The new line was supplied by KHS, and it’s capable of handling kegs from 10 to 58 L. At APB, both 25- and 50-L kegs are in production, and these are produced at a maximum rate of 90 kegs/hr. Says APB Manufacturing Operations Manager Anna Reid, “It gives us plenty of flexibility for the future."
The first and last station on the new keg line is the Innopal RK 6 robot, which handles both palletizing and depalletizing of kegs. Pallets containing empty kegs are unloaded by forklift truck and conveyed to the depalletizing station by a roller conveyor. Before the Innopal RK 6 picks up the kegs, the layers are centered. The Innopal RK 6 picks up two kegs simultaneously, turns them, and then places them on a conveyor leading to the exterior keg washer. The exterior washing process on the Innokeg AK 3 is carried out over several zones. The kegs are first pre-washed with mixed water and subjected to intensive cleaning with caustic before traveling through a draining tunnel. Main washing takes the form of mixed water treatment, after which the kegs are rinse sprayed with fresh water.
At the heart of the line is washing and filling, which is performed by an Innokeg Transomat 5/1. It manages the washing and racking process with five active washing and sterilizing stations and one racking (filling) station. Before the kegs pass through the first interior washing station, they are tested for leaks. This is also obligatory prior to every subsequent interior wash and the racking process. This is because a keg has to pass the leak test to ensure that it is correctly positioned on the relevant treatment head. If the keg fails this test, it is cycled through all other stations but does not undergo any further treatment. In order to test for leaks, sterile air is pumped into the head space of the washing or racking head. If the pressure does not drop, the test has been passed.
Following the leak test the keg is opened and a residual pressure check carried out to ensure that the keg and fitting are in order and have not been manipulated. Beer and cider residue is then blown out by sterile air. This is followed by pre-spraying with mixed water to rinse out coarse soiling from the keg, such as thickened beverage residue. KHS employs a sustainable system, using mixed water collected from the last hot water spray during the washing process, with the result that water, wastewater, and energy are saved.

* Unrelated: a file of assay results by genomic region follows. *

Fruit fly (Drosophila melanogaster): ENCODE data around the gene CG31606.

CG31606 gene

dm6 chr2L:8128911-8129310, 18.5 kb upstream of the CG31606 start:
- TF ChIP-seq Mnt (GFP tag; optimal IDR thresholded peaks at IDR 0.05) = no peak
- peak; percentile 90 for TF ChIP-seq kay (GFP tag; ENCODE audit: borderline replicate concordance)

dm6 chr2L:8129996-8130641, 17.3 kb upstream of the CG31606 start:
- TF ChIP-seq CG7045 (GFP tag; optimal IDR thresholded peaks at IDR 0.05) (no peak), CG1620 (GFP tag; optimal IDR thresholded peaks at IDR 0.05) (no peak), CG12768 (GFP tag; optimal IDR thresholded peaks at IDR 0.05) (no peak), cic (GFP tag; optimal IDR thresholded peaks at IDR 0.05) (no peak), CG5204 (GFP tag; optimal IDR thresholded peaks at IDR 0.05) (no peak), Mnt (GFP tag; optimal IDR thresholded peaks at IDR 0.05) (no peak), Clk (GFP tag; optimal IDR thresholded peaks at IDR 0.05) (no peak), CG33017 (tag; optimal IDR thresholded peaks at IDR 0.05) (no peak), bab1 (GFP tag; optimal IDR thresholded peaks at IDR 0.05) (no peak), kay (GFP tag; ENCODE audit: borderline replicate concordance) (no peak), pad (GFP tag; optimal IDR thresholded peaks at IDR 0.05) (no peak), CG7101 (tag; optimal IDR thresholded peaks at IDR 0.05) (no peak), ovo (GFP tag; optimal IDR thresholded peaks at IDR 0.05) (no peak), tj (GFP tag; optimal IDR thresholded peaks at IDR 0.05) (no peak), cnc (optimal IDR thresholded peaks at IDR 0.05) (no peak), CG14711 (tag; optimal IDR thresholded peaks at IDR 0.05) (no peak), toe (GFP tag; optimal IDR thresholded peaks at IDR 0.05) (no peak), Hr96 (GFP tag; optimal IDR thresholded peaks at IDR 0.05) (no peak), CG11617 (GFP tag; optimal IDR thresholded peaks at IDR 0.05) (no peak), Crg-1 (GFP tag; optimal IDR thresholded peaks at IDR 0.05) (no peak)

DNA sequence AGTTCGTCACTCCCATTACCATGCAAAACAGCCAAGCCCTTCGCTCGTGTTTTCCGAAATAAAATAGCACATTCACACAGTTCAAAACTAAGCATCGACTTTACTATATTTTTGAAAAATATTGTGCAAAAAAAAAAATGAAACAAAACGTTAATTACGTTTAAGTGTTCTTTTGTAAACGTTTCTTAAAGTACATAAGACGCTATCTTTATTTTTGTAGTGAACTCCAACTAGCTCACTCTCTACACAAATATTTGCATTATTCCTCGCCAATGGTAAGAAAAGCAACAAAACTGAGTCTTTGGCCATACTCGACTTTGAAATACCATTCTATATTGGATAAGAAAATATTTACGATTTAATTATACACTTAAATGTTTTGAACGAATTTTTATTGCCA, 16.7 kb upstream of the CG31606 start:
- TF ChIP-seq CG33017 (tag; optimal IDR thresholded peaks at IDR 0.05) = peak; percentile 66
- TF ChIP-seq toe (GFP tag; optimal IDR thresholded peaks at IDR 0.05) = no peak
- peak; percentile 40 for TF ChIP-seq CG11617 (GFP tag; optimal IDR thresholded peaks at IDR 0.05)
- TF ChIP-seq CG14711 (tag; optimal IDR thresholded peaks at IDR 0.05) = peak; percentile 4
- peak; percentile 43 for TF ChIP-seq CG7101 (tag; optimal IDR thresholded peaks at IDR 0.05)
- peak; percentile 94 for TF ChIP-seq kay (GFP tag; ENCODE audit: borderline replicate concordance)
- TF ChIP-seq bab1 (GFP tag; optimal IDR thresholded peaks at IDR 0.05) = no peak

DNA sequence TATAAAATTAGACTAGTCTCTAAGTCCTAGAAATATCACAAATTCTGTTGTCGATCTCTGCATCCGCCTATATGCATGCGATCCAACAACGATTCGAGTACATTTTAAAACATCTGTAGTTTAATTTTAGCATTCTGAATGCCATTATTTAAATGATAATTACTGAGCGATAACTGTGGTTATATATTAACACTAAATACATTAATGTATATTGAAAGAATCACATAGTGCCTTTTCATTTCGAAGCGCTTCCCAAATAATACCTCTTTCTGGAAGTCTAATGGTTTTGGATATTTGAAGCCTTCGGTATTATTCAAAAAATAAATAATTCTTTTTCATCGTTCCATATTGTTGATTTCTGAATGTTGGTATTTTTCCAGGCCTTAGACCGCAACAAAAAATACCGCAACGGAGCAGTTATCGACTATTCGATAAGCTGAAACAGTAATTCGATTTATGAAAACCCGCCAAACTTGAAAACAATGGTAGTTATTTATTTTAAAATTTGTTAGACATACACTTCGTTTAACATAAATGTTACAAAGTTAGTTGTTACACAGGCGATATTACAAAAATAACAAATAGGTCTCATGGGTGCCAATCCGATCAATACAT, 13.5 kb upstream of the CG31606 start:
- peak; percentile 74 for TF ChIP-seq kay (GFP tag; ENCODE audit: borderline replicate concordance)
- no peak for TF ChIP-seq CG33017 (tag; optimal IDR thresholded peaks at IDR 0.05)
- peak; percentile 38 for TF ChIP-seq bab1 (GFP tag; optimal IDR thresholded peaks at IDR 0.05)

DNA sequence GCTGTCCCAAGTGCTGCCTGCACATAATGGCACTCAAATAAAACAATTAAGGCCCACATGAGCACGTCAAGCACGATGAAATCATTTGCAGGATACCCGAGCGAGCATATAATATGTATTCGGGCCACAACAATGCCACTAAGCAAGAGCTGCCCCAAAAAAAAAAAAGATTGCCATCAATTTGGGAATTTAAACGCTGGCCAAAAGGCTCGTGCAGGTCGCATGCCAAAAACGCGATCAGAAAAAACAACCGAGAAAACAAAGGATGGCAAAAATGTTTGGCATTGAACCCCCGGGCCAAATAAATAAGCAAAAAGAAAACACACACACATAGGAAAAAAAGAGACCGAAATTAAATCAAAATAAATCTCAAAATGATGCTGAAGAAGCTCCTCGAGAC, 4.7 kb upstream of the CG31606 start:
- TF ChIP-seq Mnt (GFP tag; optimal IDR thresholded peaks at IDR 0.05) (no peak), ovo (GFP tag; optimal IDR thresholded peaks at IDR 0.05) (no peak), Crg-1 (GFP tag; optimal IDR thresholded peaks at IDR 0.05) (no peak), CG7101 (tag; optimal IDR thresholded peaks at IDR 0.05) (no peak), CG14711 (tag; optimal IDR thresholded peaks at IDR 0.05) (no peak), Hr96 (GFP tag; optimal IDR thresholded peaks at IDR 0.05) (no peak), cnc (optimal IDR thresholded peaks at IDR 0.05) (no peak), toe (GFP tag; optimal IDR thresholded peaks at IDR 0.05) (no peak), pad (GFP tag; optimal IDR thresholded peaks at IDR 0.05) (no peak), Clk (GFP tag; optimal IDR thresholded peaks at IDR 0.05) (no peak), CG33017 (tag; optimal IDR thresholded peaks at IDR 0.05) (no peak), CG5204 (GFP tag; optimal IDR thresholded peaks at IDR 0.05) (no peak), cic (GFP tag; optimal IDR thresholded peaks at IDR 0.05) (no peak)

As in the pre-wash, the main wash uses a pulsed spraying process with both caustic and acid. This produces an outstanding cleaning action on the inside surface of the keg (keg interior and riser pipe). This is followed by hot water rinsing to reliably remove any cleaning medium residue still clinging to the keg and by a final blowout of the hot water residue with steam. This both sterilizes the keg and displaces any residual oxygen, creating optimum conditions for the ensuing racking process. All interior washing processes are consistently monitored by the two-component pressure and wet/dry signal probes.
When the keg is disconnected from the final washing station, the fitting closes automatically to ensure that the keg remains sterile. Before the racking process begins, the kegs are blown out to remove any remaining condensation and then pressurized with carbon dioxide.
The DFC (Direct Flow Control) filling system is used to rack the kegs. This is based on volumetric flow control and has been proven many times over in practical operation. The big plus point of this system is that it is usually sufficient to pressurize the keg to a pressure that is slightly higher than the degree of CO2 saturation of the beer. Compared to traditional racking systems, this filling technology reduces the consumption of carbon dioxide by up to 40%. At the same time the direct control of the racking process by a regulator valve on the product feed brings great precision. Product loss is as good as non-existent, as are underfilling and overfilling. What's more, the precise control of the volumetric flow at the start of the racking process results in very low oxygen pickup. Reid explains. "Premium beverages require premium technology. The aspect of low oxygen pickup in the product is absolutely essential for us to ensure that we produce a high-quality end product.”
Racked kegs are sent to the full keg scales, with “bad” kegs then channeled out automatically. “Good” kegs are sent on to the Innopal RK 6, which now acts as a palletizer, picking up two kegs at one go before turning them. It then passes them on to a capper before positioning the load on the full kegs pallet.
The multitalented Innopal RK 6 is extremely flexible and always adjusts its actions to match the situation on the line. If, for example, the full keg section is becoming crowded, it will first palletize full containers. If there are not enough empty kegs in the system, the robot will shift its focus to depalletizing. An intelligent logic controller sets priorities, thereby ensuring a continuous keg flow within the line and associated high system performance. Says Reid, "We're really pleased with this robot system's high precision.
“At the moment,” she continues, “the new keg line is running one to two days a week. As demand for the company's beer and cider products in kegs grows, this will change. We consider it a great advantage that we’re already able to scale up our operations at any time and produce more kegs when demand requires. If necessary, a second Innokeg Transomat 5/1 can simply be added to the line. The KHS process technology integrated into the line is very well able to cope with this, as are all the peripherals."